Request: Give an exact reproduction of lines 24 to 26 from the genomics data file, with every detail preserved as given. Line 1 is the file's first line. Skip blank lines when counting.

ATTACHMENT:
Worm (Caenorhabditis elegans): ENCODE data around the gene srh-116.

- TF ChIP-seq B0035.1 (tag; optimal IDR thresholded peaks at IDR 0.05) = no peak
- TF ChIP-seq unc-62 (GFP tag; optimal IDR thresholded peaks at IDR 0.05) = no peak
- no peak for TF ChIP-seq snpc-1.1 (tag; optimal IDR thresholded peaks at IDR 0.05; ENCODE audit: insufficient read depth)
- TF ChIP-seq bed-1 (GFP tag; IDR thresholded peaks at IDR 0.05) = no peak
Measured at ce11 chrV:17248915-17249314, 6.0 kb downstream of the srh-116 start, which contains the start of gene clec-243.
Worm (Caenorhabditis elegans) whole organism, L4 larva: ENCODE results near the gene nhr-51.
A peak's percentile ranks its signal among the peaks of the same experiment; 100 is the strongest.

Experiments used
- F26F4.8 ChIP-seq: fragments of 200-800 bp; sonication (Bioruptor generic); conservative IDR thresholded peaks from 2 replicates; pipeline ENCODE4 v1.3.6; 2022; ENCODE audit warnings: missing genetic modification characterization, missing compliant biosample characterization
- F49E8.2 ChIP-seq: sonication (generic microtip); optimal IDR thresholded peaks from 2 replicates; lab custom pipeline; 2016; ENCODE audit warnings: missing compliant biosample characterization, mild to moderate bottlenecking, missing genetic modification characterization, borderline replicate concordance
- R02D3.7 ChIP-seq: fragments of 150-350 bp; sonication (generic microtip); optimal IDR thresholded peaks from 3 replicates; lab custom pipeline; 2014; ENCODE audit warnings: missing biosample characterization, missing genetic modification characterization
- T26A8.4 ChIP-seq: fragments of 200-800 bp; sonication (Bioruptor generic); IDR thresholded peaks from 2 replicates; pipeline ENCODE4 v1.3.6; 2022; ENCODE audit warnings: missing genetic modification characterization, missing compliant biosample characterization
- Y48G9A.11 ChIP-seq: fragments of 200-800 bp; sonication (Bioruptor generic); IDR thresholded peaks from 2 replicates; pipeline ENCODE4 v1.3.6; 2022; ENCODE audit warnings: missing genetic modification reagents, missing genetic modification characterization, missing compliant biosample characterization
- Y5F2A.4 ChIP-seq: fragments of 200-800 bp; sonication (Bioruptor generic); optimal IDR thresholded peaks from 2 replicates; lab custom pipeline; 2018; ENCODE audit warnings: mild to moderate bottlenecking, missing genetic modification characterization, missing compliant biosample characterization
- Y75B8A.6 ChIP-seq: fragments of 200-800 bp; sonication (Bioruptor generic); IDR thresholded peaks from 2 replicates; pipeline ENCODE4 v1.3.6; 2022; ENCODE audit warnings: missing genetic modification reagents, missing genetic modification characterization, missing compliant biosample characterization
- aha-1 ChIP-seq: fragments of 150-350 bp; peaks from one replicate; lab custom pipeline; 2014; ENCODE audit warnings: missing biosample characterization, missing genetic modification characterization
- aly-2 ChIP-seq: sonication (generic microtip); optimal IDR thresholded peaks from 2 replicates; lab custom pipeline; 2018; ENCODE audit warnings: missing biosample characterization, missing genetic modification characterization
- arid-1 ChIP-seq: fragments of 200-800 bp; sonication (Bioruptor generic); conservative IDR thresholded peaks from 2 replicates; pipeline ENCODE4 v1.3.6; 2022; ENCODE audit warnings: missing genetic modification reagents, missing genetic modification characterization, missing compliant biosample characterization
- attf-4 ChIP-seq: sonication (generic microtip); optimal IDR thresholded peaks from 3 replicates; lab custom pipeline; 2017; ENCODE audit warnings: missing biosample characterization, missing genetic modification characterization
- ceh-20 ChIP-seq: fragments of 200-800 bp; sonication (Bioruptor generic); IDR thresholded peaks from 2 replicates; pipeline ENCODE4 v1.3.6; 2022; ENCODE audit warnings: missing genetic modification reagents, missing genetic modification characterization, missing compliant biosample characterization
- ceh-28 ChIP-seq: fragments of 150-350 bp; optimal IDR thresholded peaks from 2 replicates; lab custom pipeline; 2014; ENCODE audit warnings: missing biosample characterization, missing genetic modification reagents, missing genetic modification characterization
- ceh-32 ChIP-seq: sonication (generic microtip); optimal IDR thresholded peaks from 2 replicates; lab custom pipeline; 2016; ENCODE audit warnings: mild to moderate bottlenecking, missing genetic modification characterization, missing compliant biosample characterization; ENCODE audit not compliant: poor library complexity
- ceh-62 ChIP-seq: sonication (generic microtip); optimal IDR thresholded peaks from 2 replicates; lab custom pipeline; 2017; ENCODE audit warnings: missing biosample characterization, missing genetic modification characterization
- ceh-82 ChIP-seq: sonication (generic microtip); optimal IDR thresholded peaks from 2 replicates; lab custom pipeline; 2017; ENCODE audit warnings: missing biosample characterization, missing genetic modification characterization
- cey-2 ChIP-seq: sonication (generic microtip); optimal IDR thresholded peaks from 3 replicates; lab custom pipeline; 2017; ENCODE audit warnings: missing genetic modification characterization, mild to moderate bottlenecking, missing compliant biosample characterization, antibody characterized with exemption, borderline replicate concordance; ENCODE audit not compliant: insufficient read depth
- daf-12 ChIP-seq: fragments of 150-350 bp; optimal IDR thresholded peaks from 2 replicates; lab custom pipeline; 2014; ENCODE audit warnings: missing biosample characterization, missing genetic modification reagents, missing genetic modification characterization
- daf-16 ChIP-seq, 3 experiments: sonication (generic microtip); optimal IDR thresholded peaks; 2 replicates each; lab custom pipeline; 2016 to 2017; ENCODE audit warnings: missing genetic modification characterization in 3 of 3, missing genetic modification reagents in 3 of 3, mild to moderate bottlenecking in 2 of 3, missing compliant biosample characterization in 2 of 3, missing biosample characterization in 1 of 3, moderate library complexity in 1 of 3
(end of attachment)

- ceh-62 ChIP-seq: sonication (generic microtip); optimal IDR thresholded peaks from 2 replicates; lab custom pipeline; 2017; ENCODE audit warnings: missing biosample characterization, missing genetic modification characterization
- ceh-82 ChIP-seq: sonication (generic microtip); optimal IDR thresholded peaks from 2 replicates; lab custom pipeline; 2017; ENCODE audit warnings: missing biosample characterization, missing genetic modification characterization
- cey-2 ChIP-seq: sonication (generic microtip); optimal IDR thresholded peaks from 3 replicates; lab custom pipeline; 2017; ENCODE audit warnings: missing genetic modification characterization, mild to moderate bottlenecking, missing compliant biosample characterization, antibody characterized with exemption, borderline replicate concordance; ENCODE audit not compliant: insufficient read depth